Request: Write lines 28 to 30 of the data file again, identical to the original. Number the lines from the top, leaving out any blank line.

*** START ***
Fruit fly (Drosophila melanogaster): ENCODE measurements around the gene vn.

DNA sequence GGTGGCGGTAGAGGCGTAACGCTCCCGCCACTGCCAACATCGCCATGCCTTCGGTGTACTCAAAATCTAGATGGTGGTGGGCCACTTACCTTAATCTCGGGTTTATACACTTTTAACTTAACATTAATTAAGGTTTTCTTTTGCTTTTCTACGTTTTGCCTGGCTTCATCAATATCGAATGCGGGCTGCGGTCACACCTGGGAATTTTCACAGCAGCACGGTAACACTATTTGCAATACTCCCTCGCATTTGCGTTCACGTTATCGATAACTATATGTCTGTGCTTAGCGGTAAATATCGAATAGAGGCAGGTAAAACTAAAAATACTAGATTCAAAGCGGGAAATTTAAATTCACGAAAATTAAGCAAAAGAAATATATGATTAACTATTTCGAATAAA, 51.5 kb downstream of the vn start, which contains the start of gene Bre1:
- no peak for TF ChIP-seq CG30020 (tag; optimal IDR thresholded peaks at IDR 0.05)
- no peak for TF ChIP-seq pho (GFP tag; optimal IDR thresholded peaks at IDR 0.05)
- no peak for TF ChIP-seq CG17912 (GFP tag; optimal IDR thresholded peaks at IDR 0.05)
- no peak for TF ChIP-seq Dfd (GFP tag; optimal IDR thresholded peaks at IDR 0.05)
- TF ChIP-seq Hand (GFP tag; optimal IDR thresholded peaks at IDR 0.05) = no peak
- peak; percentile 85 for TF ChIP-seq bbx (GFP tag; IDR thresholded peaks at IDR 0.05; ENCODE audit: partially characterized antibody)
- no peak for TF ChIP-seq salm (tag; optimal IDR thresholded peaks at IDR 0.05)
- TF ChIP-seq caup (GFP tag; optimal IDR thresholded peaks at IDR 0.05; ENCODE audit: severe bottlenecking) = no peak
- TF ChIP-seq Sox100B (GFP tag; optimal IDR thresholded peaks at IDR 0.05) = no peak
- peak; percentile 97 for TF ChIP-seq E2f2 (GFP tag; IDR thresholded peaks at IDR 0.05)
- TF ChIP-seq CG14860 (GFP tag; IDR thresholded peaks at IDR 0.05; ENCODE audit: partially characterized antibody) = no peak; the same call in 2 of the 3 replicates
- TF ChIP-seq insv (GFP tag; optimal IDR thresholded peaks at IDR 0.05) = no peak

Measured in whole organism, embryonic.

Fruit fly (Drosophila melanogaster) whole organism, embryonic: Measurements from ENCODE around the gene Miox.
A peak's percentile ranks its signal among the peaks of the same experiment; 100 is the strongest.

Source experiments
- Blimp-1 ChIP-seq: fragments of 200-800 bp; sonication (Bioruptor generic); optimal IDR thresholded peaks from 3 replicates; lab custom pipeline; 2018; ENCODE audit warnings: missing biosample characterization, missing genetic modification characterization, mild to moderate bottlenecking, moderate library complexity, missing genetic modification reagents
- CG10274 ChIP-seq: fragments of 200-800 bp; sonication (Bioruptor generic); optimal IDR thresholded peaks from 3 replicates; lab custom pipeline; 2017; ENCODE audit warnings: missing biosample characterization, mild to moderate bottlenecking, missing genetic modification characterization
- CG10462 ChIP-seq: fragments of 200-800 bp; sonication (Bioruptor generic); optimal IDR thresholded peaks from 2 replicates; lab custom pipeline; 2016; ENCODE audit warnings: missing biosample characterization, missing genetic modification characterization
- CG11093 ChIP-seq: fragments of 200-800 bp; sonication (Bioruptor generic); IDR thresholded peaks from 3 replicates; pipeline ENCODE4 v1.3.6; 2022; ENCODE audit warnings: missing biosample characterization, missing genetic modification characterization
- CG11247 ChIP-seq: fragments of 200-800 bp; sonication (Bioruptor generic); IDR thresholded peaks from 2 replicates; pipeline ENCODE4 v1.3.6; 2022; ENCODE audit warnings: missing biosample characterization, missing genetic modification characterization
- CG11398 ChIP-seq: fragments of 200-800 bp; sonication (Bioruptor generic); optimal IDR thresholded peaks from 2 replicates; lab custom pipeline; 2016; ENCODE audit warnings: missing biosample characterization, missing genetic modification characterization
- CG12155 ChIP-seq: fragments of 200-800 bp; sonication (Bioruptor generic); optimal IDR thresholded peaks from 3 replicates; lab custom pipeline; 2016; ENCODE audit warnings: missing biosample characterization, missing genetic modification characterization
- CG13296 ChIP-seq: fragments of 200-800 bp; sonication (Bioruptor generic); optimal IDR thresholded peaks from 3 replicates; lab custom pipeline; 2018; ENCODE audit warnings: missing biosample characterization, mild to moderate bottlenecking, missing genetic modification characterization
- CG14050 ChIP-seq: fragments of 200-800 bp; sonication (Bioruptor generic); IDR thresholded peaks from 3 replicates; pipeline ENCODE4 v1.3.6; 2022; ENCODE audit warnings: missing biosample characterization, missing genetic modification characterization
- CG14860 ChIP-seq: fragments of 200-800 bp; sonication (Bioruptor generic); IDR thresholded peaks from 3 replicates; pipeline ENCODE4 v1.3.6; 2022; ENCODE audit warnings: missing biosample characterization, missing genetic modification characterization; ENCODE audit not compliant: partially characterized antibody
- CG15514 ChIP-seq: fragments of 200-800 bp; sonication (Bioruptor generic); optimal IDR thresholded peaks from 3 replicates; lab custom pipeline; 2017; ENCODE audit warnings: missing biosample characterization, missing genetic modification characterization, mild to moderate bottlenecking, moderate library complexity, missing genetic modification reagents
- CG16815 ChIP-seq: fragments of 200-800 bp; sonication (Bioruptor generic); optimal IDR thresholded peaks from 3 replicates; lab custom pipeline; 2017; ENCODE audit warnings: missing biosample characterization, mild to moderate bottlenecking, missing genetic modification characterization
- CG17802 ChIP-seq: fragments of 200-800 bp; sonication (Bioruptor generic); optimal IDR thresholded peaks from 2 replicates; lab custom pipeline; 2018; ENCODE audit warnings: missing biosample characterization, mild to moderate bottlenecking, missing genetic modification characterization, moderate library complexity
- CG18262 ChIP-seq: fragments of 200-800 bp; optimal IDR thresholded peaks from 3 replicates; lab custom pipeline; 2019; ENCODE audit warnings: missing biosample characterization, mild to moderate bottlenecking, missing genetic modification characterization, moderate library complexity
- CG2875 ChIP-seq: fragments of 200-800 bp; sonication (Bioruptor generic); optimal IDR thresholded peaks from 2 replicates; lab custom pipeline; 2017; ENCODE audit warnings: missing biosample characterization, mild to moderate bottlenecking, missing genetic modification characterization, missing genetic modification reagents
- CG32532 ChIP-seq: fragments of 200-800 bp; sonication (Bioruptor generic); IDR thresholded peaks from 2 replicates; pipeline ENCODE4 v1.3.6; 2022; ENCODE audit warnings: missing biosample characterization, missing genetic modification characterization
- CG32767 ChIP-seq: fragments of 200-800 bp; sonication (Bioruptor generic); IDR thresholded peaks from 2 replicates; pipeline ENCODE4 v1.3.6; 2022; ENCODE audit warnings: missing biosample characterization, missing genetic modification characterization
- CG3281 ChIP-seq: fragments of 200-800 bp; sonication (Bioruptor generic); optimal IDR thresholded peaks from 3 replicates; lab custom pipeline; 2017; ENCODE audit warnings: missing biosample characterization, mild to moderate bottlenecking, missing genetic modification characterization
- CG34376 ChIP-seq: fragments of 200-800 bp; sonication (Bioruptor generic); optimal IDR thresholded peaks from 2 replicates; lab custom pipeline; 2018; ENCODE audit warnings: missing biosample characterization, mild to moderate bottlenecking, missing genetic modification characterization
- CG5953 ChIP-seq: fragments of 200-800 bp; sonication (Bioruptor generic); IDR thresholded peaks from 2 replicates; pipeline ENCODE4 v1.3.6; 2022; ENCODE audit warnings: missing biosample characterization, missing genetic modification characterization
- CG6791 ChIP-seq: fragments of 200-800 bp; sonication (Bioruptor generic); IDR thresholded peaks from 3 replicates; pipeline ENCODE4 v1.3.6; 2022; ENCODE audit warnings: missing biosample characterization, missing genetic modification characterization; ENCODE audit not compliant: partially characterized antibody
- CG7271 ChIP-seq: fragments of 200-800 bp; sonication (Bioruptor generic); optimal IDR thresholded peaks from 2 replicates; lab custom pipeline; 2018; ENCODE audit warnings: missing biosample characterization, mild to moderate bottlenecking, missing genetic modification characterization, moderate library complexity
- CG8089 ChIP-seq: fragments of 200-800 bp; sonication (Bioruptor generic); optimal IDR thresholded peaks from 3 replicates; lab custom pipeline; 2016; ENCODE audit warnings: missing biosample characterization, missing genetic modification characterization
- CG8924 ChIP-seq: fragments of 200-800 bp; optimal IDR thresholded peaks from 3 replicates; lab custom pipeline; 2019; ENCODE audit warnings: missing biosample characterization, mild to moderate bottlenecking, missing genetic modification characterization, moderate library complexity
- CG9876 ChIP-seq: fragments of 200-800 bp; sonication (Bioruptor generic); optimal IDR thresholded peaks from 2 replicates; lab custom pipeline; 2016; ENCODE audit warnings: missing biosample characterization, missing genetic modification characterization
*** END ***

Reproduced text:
- CG14860 ChIP-seq: fragments of 200-800 bp; sonication (Bioruptor generic); IDR thresholded peaks from 3 replicates; pipeline ENCODE4 v1.3.6; 2022; ENCODE audit warnings: missing biosample characterization, missing genetic modification characterization; ENCODE audit not compliant: partially characterized antibody
- CG15514 ChIP-seq: fragments of 200-800 bp; sonication (Bioruptor generic); optimal IDR thresholded peaks from 3 replicates; lab custom pipeline; 2017; ENCODE audit warnings: missing biosample characterization, missing genetic modification characterization, mild to moderate bottlenecking, moderate library complexity, missing genetic modification reagents
- CG16815 ChIP-seq: fragments of 200-800 bp; sonication (Bioruptor generic); optimal IDR thresholded peaks from 3 replicates; lab custom pipeline; 2017; ENCODE audit warnings: missing biosample characterization, mild to moderate bottlenecking, missing genetic modification characterization